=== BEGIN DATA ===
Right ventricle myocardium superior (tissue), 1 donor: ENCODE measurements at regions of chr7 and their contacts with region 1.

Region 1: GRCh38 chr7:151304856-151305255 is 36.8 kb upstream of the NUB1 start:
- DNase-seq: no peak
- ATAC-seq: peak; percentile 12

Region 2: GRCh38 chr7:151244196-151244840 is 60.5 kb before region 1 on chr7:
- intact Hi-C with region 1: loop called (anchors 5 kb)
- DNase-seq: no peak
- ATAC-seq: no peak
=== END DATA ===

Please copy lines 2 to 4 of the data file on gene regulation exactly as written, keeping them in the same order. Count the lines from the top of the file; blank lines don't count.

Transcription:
Region 1: GRCh38 chr7:151304856-151305255 is 36.8 kb upstream of the NUB1 start:
- DNase-seq: no peak
- ATAC-seq: peak; percentile 12